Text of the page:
Watch Hannah Pettifer's report on the treasures found in the ground
Treasures discovered by metal detectorists in the Anglia region are going up for auction.
Andy Carter iunearthed an extremely rare gold leopard coin, dating from 1344, in North Norfolk.
At first he didn't appreciate the significance of his discovery:
"It was folded in half covered in soil and from its size I thought it was a half noble which is still an amazing find, but much less rare, it was only when I brushed the soil off and saw this hind leg of a leopard that I thought maybe it's a foreign coin I didn't know about then I saw the letters EDW on the same side and that could only mean it was an Edward the third leopard, and that's when things started to go a bit blurry."
Adding to its rarity the coin was only in circulation for just seven months before being withdrawn. It's now being sold at auction with these two other metal detector finds, with a guide price of 140 thousand pounds.
But that's only a guide - a less rare, smaller Henry the third gold penny recently went for more than half a million.
Andy says he's not in it for the money: "Nobody does metal detecting to think they're going to earn money, most of the time I spend more on diesel to go out to the field than I do in anything I bring back, we do it because you dig something up and you're the first person to hold that for hundreds or thousands of years."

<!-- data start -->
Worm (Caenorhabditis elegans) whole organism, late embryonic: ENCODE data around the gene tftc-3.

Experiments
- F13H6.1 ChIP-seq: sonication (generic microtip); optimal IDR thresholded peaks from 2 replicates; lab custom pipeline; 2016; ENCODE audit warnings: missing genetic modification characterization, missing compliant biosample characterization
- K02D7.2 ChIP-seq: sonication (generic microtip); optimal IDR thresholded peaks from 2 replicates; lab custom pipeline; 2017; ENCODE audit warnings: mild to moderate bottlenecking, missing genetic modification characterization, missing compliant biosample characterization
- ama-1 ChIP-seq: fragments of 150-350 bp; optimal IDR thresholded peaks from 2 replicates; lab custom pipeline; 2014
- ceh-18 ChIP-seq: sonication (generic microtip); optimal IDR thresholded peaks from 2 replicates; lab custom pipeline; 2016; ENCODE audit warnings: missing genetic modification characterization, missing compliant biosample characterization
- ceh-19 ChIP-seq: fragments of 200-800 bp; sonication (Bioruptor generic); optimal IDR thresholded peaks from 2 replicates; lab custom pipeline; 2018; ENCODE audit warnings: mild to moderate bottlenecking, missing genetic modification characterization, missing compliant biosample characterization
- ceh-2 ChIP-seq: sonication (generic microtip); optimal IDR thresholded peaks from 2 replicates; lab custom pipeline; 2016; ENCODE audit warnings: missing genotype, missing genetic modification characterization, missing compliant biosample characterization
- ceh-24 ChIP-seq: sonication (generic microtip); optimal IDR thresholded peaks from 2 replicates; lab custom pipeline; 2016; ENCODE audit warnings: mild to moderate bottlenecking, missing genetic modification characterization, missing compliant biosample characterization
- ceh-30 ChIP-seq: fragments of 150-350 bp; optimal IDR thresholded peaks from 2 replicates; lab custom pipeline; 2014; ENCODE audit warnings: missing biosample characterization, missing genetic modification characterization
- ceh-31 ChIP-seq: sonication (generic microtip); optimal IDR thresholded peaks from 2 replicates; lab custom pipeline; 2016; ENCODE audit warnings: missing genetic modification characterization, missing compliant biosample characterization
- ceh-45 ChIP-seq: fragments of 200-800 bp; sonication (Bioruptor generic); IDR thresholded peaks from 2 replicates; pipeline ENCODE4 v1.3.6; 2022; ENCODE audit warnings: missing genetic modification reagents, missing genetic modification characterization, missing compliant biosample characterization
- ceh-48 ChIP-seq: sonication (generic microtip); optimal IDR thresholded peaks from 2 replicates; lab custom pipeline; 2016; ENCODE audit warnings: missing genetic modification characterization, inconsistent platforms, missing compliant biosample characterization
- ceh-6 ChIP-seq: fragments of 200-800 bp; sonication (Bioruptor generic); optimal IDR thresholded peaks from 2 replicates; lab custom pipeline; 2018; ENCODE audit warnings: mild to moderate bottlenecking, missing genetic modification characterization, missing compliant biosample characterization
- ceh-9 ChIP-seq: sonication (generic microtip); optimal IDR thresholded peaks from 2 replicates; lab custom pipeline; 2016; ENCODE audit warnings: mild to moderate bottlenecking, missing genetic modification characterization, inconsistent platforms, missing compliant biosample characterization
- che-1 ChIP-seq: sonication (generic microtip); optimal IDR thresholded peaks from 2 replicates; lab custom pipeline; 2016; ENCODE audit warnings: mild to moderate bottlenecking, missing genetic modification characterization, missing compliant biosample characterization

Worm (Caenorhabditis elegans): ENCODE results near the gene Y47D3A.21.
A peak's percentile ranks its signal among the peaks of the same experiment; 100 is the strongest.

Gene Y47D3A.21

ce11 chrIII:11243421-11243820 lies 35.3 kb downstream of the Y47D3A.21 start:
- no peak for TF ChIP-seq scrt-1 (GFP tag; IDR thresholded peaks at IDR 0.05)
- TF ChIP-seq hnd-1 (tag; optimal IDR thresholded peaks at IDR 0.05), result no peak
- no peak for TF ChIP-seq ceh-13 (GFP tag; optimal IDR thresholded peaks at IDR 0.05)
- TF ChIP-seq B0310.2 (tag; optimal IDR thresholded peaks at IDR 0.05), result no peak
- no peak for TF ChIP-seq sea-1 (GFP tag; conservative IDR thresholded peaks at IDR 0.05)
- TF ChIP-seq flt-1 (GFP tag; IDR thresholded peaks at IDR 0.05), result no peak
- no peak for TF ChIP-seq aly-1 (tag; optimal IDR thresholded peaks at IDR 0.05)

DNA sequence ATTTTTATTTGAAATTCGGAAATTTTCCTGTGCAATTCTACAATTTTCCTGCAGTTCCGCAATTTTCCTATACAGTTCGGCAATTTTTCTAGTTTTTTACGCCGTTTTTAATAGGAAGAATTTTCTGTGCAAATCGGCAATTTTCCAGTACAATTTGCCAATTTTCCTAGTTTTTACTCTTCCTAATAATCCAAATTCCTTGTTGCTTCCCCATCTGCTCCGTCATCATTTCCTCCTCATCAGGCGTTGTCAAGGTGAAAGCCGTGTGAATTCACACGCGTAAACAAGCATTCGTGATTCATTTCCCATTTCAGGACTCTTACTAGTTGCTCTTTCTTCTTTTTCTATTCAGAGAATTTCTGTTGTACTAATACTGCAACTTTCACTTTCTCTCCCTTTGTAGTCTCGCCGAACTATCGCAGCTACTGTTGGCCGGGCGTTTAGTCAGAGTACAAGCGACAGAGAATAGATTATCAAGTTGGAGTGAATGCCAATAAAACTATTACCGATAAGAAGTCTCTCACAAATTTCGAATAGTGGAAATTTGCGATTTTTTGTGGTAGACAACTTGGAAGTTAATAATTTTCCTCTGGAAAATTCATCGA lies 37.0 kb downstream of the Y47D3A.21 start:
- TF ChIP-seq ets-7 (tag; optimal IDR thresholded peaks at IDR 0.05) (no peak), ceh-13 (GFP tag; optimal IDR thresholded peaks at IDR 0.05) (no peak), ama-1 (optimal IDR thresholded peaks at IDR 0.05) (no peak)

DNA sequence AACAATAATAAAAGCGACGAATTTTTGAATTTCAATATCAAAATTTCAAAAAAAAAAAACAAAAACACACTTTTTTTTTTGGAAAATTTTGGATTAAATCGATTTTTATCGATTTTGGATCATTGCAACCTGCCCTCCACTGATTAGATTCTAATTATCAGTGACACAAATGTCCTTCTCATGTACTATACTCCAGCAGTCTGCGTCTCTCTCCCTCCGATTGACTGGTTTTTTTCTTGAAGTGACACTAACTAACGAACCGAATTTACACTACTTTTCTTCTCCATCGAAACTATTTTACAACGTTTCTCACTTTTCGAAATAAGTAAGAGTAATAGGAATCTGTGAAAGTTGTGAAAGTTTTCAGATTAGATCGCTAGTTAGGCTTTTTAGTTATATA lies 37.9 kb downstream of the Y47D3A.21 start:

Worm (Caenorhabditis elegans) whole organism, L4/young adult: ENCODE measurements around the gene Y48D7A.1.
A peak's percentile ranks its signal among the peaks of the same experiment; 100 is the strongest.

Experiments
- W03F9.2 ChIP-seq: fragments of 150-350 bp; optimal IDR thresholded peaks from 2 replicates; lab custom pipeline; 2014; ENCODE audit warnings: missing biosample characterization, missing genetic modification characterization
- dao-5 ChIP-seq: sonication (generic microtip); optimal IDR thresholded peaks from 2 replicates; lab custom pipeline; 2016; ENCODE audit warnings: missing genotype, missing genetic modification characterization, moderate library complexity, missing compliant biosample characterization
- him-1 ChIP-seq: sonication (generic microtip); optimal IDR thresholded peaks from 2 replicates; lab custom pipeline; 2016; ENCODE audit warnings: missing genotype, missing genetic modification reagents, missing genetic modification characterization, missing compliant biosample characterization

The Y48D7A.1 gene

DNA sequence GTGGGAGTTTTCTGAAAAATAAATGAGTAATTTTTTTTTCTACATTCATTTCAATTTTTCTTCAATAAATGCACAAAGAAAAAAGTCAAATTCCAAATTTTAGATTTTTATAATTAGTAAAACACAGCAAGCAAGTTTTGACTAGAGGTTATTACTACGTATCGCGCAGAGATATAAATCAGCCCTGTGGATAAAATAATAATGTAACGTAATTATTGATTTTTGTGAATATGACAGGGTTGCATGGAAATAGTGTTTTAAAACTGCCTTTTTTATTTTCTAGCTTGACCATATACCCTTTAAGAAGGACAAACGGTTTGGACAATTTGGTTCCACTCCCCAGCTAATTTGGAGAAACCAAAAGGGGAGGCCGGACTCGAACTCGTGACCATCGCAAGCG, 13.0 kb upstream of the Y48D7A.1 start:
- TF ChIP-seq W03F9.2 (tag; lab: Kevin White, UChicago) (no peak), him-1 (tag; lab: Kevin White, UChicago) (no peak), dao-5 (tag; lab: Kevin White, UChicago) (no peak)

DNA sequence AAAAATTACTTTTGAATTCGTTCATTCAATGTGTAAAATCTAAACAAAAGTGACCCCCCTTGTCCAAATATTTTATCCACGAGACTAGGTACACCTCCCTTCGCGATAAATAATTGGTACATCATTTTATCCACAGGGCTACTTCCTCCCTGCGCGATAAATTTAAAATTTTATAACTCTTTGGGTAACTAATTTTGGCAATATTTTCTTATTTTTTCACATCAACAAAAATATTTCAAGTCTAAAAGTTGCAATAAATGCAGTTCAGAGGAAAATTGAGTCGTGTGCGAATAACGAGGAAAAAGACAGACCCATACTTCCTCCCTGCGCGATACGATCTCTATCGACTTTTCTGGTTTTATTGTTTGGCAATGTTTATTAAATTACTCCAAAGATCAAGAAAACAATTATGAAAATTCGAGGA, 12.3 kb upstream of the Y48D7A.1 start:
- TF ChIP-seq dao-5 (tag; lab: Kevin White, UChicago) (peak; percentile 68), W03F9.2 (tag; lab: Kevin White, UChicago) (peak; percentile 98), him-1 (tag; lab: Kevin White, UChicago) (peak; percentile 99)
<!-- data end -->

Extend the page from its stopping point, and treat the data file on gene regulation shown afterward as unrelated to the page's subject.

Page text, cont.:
Also up for auction is a medieval gold cross and a tiny Anglo Saxon gold shilling dating from 650 AD.
It was found by Mark Pallett in Haslingfield near Duxford.
Mark knew immediately that he'd found something rare:
"It's one of them moments you know you have something special even though I've found a lot of coins in my time, earlier ones, iron age in fact, but this one Saxon gold is everyone's dream in a detectorist's point of view we all want to find something Saxon, this is really an important find for me and it's an important find for the farmer as well."
The money raised at auction has to be split half way between the finder and the landowner. Legal metal detecting can only take place with their consent.
Nigel Mills from Dix Noonan Webb auction house in London is selling the treasures:
"The level of finds being made now is unprecedented. And I think it's the numbers of people doing it, around 30,000 people are active and the detectors have improved so much now.
"The leopard we have in the sale was 10 inches deep and folded when it was found now a few years ago that would not have been possible to do that, it's incredible they've found these things, we call it saving them for our heritage because many of them would have been destroyed."